Quetzal | WWF


One of the world's most beautiful birds

The resplendent quetzal, the brilliant bird found in the cloud forests of Central America, was sacred to the Mayans and figures prominently in their artwork and legends. It is reputed to be the most beautiful bird that exists in the American continents and belongs to the Trogan family.

These vibrantly colored animals live in the mountainous, tropical forests of Central America where they eat fruit, insects, lizards, and other small creatures. Quetzal is taken from the Aztec word 'quetzalli' meaning precious or beautiful.

This species is 35 cm long with an additional 64 cm of tail streamer for the male, and weighs 210 g. Resplendent Quetzals have a green body (showing iridescence from green-gold to blue-violet) and bright red breast. Their blue-green primary wing covers extend into their tail feathers and in breeding males are particularly splendid, being longer than the rest of the body. Its red belly contrasts starkly with its metallic green upper parts and long streaming bold white undertail.

Quetzal pairs use their powerful beaks to hollow out nests in rotted trees or stumps. Sometimes, however, they simply take over and enlarge the abandoned nest of a trogón or woodpecker.

If they come across a nest used by quetzals the previous year, they clean it up a little and stay there. Inside, they take turns incubating 2 or 3 eggs - though males have such long tails that they sometimes stick outside the nest.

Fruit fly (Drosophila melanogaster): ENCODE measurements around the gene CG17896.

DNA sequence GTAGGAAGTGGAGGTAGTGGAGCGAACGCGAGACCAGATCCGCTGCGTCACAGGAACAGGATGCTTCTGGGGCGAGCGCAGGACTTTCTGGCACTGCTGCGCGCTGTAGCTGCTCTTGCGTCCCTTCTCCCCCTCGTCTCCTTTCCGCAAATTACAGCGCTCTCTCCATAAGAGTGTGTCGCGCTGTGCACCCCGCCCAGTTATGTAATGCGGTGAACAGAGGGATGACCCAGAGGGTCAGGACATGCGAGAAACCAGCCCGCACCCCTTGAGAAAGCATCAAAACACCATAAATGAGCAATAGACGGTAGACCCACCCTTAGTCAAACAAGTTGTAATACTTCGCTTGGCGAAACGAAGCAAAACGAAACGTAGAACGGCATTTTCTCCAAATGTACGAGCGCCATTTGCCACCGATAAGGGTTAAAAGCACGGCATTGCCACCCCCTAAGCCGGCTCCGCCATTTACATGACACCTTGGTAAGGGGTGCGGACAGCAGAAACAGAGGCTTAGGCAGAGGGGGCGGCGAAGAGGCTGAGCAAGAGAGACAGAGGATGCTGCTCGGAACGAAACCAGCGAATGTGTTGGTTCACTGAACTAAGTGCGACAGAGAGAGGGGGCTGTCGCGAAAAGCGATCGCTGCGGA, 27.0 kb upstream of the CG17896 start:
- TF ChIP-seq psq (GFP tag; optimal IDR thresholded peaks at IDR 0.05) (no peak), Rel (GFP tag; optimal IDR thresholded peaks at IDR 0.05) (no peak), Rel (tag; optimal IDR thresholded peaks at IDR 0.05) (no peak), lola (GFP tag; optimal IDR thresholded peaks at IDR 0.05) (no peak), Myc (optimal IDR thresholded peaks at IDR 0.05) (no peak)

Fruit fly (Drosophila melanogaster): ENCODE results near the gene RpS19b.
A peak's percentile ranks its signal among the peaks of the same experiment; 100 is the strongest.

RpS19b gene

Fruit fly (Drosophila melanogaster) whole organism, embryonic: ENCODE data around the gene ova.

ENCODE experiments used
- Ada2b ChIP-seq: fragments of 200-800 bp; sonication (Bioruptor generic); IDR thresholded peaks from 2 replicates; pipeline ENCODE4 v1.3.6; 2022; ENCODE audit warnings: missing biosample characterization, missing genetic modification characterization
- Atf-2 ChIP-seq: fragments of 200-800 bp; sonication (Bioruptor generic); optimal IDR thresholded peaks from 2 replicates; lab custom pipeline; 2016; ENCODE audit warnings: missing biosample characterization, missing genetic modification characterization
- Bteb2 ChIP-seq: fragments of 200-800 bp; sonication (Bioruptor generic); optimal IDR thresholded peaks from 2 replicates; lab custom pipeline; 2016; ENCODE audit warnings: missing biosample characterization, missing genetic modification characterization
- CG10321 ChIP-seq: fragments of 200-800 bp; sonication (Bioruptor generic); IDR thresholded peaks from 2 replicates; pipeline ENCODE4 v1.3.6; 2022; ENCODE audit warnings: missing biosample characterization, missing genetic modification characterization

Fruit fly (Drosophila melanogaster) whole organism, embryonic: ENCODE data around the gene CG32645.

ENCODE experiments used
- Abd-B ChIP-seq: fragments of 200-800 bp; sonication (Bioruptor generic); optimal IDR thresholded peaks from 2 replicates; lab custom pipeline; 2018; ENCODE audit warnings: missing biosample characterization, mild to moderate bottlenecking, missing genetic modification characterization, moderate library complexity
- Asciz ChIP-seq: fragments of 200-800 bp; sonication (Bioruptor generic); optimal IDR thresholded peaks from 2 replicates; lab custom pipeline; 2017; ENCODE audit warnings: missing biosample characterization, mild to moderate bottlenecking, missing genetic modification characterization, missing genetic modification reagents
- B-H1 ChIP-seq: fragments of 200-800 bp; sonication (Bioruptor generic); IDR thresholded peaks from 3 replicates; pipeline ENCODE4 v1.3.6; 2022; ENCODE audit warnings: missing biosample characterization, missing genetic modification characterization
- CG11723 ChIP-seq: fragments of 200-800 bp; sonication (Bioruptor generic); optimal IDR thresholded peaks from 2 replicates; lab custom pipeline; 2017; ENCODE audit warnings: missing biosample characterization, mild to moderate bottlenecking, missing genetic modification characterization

The Quetzal’s brilliant plumage means that it has always been a species that attracted a great deal of attention and was much sought after. In Mayan times it was forbidden to kill it.

Sometimes, quetzals break their silence and make lots of noise; 5 or 6 of them gather together and screech loudly as they fly around the forest.

Your chances of seeing one in the wild
Unfortunately, these striking birds are threatened in Guatemala and elsewhere throughout their range. Like many other animals, despite their beauty, their wonderful plumage and delightful name, they are now an endangered species. Little is known about these impressive birds, but they are threatened by continued destruction of their cloud forest habitat.

Since quetzals do not reproduce in captivity, it is vital that their habitat is protected to ensure they do not disappear. The resplendent quetzal is listed as 'Near Threatened' by IUCN.

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